There is a depth to Garner's characters that is breathtaking. While the Wizard Cadellin is undeniably good and the Morrigan evil every other character exists somewhere inbetween. Some of the 'good' characters really get my back up - and this is quite intentional.

For example his his elves are prats. They aren't evil, they're creatures of light who fight on the side of good. But they are also arrogant, uncaring and lack empthy for humans. When you learn that they have been forced to flee to the edges of Britain because smoke pollution makes them ill you get the point but you can't help feeling it's not that much loss.

I'm conscious in this review that I don't want to give too much of the plot away, but the ending is a bittersweet thing like the best dark chocolate.
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6 of 6 people found the following review helpful
5.0 out of 5 stars Excellent 4 Jan 2002
By A Customer
Format:Audio Cassette
It is refreshing to remember that before television had assumed its current unassailable ascendancy, when children still had imaginations, there were great writers creating masterpieces of imagination. This is one of them. It and its older sibling, The Weirdstone of Brisingamen, stand as outposts of true genius in a modern world filled with mediocrity. At 40 years old, it is as current as if it had been written yesterday.
Robert Powell doesn't do a bad job either!
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43 of 47 people found the following review helpful
5.0 out of 5 stars The Suns and Moons of Gomrath 30 May 2003
By Michael JR Jose VINE VOICE
Format:Paperback
'The Moon of Gomrath' is the wild magical sequel to 'The Weirdstone of Brisingamen', set in Alderley Edge in Cheshire of the present day but harking back to the days of Middlearth. Both these stories have a very Tolkienish way about them, it is an interesting exercise to compare and contrast the characters as they are introduced. It is a pity that Garner's books, faring less well than 'The Hobbit', dropped off the literary radar in the 1980's, but with the benefit of Potter power they are now back in style with new artwork on the cover.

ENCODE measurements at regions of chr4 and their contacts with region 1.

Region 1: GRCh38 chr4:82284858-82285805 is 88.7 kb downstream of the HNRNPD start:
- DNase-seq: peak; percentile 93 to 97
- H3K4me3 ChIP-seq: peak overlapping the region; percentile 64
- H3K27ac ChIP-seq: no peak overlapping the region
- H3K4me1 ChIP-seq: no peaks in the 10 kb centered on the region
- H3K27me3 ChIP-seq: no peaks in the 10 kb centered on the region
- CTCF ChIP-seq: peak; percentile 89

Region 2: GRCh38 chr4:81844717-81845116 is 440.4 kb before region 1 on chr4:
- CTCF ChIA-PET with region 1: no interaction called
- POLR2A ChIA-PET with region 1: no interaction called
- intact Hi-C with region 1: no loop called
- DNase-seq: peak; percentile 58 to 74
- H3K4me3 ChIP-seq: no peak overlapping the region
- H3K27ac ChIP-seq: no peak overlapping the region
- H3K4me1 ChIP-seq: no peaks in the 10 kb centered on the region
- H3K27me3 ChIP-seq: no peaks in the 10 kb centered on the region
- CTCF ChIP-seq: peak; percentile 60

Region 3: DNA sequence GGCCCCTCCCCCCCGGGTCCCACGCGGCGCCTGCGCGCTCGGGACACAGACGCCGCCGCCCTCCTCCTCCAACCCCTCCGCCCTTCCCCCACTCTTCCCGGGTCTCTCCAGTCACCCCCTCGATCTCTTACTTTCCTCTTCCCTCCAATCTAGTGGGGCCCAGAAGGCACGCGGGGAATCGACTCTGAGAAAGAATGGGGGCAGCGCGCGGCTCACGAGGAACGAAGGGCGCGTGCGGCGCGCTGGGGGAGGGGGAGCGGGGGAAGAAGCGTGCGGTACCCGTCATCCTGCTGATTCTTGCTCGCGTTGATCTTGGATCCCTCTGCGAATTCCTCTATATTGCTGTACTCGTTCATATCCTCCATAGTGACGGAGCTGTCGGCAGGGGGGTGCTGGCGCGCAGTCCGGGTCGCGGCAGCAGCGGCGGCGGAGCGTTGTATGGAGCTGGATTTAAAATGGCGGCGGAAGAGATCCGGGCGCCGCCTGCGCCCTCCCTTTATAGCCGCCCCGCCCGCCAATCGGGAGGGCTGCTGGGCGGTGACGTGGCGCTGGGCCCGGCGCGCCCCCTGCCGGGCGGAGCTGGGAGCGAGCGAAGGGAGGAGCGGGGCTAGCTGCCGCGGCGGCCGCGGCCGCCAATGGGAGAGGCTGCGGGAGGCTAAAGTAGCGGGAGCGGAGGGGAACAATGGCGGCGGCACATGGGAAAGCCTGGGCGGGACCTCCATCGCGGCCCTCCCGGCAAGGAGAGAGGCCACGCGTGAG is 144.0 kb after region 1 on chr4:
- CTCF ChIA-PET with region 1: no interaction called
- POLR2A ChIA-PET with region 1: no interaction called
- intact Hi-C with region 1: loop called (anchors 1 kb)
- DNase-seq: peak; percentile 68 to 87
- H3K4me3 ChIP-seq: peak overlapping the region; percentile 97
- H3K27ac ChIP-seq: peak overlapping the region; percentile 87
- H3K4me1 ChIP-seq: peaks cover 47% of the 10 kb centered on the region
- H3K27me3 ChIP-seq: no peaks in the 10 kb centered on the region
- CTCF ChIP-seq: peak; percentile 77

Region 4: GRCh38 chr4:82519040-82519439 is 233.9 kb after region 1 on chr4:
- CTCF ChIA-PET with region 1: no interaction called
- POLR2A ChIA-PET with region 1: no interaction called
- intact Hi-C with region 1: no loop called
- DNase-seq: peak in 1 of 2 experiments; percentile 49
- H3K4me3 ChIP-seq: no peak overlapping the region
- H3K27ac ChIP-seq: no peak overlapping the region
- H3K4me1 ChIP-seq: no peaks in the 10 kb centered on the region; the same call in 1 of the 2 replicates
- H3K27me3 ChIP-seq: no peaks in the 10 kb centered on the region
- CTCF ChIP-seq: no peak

Garner's special art is to take a basic swords-and-sorcery story and elevate it into a poetry-and-powers myth with gritty heroes and terrifying villains who hard to defeat and not always easy to spot. This story of Colin and Susan's second adventure is aimed at a slightly older audience than the Weirdstone, has Susan in the lead role, and has more depth and menace along with some sly humour. The Morrigan is back, not yet at the height of her powers, but ready for revenge. The elves are suffering and dying from the pollution caused by Man: they must retreat to cleaner, remoter places. The battles in magic and swordplay are more deadly and more personal and more realistic. The havoc and hard pace of war are felt in the prose, which is breathless and a little wild itself. The wizard Cadellin takes more of a back seat in this adventure but he does explain why the coming of the 'Age of Reason' and industrialism was more of a coming of the age of Materialism and a retreat from Reason. Hence the great rift between our Man's world of material values, and the worlds of magic and the life of the spiritual values.
Now as every parent knows, children's books have the power of forming the child's mind.
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Most Recent Customer Reviews
3.0 out of 5 stars Three Stars
Weirdstone vol 2
Published 2 months ago by vicarius
5.0 out of 5 stars Really great hark back to when I first read this as ...
Really great hark back to when I first read this as a child. It hasn't lost any of it's appeal over the years.
Published 2 months ago by T. Crump
1.0 out of 5 stars One Star
Rubbish
Published 2 months ago by Gransmithies
3.0 out of 5 stars Three Stars
Great thank you
Published 2 months ago by Browneyedgirl78
5.0 out of 5 stars Five Stars
Loved reading this as a child and now my Grandchildren enjoy reading it.
Published 2 months ago by Andrew Knowles
3.0 out of 5 stars Moderate follow up
Alan Garner's follow up to The Wierdstone Of Brisingamen is good and has the same atmospheric style. Read more
Published 3 months ago by Craieg Large
4.0 out of 5 stars Okay!
Not as good as the weird stone of Birnsingham!
Was a bit scary and very good.
A bit scary so 8 +
Published 5 months ago by Sinkers
4.0 out of 5 stars Powerful fiction for all ages
I first read this book when I was much, much younger but it was every bit as enjoyable this time round. Read more
Published 8 months ago by Colin Leslie
5.0 out of 5 stars Gomrath
Once again the action is fast and furious. Colin and Susan are between myth and magic but there is a titanic struggle between good and evil. A fantastic read. Enjoy.
Published 8 months ago by Mrs. Barbara Vaughan
5.0 out of 5 stars The Moon of Gomrath
Excellent. I read this as a child. It is a mix of magic, myth and imagination that takes you from the dull and mundane into another world. Read more
Published 9 months ago by Ursula Osborne